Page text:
I have been one of the latest victims of a silent plague: the hard drive crash. It all happened in a second – the USB lead was tangled, and the external disk fell while hard at work. Hundreds of gigabytes suddenly evaporated into thin air – or more accurately, shut themselves inside a bolted box.
After a fairly brief moment of vertigo, where my digital life paraded in front of my eyes, I regathered myself and began working out what to do: Option one – contact the pros. I did right away, and they said they could not do a thing. Option two – rescue information from a prior partial backup I had erased. I did and the software rescued 23,000 files – unnamed and randomly organised!
So this is where I am: I recovered a significant part of what I had lost, but what are the odds of finding the time and determination to clean up and identify 23,000 files? Close to none, I´d say, given my current state of work overflow. I bravely decided to soldier on without a digital past.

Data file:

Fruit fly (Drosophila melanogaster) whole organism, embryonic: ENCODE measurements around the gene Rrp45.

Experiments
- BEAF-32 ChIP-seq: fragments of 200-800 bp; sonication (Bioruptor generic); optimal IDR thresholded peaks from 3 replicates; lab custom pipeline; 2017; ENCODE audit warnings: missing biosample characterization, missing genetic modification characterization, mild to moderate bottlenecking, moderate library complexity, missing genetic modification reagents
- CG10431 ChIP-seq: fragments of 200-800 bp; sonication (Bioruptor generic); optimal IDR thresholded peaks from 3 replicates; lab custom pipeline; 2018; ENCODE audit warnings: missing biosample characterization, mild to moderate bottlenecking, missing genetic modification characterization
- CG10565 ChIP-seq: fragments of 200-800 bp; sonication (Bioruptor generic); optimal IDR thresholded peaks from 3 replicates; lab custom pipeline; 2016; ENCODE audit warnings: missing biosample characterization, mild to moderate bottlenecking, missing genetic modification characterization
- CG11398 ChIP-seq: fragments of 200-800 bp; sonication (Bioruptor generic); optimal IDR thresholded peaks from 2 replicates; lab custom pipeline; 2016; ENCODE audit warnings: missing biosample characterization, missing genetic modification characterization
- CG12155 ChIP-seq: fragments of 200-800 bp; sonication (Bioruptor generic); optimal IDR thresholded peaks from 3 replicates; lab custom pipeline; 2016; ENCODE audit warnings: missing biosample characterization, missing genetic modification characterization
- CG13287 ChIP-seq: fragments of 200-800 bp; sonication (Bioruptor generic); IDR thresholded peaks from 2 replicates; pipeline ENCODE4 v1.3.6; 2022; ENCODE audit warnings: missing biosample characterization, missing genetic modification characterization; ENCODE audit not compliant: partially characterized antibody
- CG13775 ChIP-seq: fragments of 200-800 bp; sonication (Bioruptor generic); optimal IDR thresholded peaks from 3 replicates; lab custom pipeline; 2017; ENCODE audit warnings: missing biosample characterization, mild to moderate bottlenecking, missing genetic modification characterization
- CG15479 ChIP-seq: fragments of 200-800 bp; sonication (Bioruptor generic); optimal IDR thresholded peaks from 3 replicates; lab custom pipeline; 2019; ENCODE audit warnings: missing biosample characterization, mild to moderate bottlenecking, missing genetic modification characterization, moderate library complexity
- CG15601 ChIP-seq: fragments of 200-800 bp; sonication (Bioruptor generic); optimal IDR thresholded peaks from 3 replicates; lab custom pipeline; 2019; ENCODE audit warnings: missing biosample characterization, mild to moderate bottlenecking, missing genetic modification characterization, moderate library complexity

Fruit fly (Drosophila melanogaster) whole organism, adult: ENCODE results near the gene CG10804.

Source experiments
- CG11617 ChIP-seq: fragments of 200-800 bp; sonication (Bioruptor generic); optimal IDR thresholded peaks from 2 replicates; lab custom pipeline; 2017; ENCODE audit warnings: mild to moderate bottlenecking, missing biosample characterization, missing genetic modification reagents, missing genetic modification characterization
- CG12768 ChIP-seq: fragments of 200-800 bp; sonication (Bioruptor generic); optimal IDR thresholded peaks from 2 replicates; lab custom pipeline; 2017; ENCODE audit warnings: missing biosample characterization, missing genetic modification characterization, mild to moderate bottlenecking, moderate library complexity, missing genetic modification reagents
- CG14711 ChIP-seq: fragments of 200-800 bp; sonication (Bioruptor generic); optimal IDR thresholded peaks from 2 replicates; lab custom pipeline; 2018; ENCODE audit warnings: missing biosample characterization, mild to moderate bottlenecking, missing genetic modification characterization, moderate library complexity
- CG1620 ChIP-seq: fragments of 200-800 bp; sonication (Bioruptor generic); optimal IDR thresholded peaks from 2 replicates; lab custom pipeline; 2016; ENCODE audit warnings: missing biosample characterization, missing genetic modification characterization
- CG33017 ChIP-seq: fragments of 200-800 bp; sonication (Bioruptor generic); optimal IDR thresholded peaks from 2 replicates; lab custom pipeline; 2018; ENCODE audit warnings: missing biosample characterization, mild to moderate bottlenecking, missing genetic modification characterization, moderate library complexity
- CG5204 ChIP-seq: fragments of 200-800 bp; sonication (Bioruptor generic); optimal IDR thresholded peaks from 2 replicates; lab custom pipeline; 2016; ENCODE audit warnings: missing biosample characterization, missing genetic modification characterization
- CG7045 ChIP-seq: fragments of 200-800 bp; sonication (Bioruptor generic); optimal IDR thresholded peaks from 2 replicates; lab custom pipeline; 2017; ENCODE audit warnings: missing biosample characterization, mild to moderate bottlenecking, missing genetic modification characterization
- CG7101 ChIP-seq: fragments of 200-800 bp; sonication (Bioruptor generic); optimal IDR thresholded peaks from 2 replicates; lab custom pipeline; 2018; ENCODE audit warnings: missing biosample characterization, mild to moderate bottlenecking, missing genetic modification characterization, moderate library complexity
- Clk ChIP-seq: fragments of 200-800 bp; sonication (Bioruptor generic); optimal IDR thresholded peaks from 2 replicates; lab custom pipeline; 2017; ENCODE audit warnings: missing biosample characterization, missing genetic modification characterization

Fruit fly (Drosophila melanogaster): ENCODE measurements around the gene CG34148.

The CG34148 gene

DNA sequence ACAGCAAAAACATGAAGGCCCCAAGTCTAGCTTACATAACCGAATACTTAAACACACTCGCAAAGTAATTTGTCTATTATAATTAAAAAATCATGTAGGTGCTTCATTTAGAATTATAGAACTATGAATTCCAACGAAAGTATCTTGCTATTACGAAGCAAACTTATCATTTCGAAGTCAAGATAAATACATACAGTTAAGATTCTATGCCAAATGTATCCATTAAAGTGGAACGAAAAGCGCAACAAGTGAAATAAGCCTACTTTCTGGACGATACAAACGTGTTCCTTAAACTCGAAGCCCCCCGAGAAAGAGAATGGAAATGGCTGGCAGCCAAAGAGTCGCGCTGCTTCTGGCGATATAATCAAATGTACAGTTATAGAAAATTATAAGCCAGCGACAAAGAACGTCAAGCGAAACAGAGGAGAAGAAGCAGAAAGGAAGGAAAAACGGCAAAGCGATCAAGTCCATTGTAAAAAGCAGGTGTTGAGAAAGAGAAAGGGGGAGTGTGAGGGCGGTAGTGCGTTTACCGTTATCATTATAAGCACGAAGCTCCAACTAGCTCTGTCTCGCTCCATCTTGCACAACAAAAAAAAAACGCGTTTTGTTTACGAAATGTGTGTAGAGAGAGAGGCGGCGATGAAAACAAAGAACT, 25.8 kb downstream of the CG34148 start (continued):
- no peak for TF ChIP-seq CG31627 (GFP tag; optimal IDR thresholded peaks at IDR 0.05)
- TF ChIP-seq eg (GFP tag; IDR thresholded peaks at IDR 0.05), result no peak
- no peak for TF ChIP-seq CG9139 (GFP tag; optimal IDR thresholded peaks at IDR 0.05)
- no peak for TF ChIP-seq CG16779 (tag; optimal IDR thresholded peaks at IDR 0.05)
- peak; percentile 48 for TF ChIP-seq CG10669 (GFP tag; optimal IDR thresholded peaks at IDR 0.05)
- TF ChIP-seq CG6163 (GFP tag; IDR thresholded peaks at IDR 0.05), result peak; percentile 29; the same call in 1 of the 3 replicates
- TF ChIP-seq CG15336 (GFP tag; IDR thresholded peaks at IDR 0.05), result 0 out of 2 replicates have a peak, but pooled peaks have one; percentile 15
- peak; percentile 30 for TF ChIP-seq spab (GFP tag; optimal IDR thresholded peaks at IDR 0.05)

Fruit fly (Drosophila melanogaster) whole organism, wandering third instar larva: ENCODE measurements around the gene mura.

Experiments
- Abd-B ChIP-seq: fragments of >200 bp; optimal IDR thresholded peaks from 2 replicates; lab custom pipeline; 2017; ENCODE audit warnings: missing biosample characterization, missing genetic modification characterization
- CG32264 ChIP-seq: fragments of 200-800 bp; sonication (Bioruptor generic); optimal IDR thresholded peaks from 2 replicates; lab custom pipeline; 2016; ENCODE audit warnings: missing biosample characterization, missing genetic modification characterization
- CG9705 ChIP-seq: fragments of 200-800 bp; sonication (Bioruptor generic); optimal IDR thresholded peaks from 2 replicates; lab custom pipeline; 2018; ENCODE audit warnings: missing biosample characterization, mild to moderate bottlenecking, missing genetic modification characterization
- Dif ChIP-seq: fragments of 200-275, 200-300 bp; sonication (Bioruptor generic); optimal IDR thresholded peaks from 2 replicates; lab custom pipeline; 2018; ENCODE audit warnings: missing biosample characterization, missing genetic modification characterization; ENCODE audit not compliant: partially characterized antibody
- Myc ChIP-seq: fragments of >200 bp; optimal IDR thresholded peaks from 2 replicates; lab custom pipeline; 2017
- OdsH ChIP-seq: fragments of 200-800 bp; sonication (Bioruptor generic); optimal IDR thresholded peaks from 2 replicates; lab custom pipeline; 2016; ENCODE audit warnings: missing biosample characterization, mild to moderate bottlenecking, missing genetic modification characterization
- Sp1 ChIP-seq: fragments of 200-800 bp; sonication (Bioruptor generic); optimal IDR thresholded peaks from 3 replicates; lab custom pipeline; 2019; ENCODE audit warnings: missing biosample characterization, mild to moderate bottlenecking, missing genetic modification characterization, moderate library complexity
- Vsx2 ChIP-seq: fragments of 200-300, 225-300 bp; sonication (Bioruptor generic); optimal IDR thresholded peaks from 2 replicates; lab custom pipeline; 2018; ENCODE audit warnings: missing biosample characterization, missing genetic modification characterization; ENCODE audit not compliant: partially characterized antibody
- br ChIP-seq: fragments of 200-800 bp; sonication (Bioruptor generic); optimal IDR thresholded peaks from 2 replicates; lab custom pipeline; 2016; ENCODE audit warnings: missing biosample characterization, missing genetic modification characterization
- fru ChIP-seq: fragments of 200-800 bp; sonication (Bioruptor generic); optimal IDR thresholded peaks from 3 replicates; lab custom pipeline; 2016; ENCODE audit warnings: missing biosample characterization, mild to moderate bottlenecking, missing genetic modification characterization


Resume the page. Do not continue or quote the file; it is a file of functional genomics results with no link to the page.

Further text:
A hard drive crash has an element of mourning: there is a life that is suddenly left without a memory, there are documents and matters and commitments that are simply extinguished, and one is left in a strange vacuum of sorts, faced with the need to reconstruct a narrative from scratch. Yet once the shock fades, we realise life goes on, and we actually have the opportunity to be more selective in regards to our references and priorities. I certainly would not call this a blessing in disguise, but optimism makes me see the good that comes out of the accidental.
Maybe there should be a social network dedicated to this digital tragedy, one where volunteers would help rebuild one another´s archives. Maybe there already is such a thing, I shall find out.
To all of you out there… I only have one piece of advice, one I had been given but ignored under the assumption that these are the kinds of things that happen to others:
Back up your stuff!!! Now!!!